We all know that Verizon Wireless, and all other cellular carriers mainly exist to make a profit. They are all companies with many, many customers, after all. It might be, however, that at least some of their revenue is coming from accidental data usage from customers with no data plans. Not only that, but it seems as if the phones are designed to facilitate those charges.
David Pogue of the New York Times has received a message from a Verizon Wireless employee who is tired of the charges. The charges come from customers accidentally hitting a button for services like Mobile Web or Get It Now. By opening the apps and trying to connect, kilobytes are transferred. So much as a single kilobyte will get counted as 1 MB by Verizon (and presumably other companies), resulting in an additional $1.99 added to their bill. That even applies to customers who have data blocks, as some data is transferred in showing the message that they cannot use data. Combine this easy mistake with the fact that Verizon alone has 87 million customers, and there is a potential for huge revenue.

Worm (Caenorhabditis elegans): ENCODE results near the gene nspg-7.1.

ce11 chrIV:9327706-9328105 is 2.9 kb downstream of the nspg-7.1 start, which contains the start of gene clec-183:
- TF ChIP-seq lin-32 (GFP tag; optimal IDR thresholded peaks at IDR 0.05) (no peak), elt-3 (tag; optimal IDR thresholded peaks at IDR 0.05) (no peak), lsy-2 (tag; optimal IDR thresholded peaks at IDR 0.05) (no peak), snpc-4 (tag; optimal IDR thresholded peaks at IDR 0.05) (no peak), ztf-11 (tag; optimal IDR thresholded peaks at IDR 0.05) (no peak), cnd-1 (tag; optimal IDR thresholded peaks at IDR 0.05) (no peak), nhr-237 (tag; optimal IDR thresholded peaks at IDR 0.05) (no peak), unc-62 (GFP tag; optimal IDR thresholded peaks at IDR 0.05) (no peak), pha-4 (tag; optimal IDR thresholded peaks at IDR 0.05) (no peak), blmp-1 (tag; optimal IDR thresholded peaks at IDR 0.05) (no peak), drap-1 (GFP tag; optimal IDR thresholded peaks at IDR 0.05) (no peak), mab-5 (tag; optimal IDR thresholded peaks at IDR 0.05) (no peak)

What Verizon, AT&T, and presumably the other carriers are doing isn’t illegal, though it can leave customers feeling cheated. $2 is a lot to pay for a single mistake that the customers probably attempted to rectify almost immediately. I know I’ve hit those buttons on occasion, and thought I’d fixed it by hitting END or closing the phone immediately, though apparently not. What’s worse is the fact that some phones can’t even be programmed such that those buttons do launch other apps. Even if they are reprogrammable, the option to do so is usually buried deep within the menu system so most average users might not be able to find it.
Read [NY Times]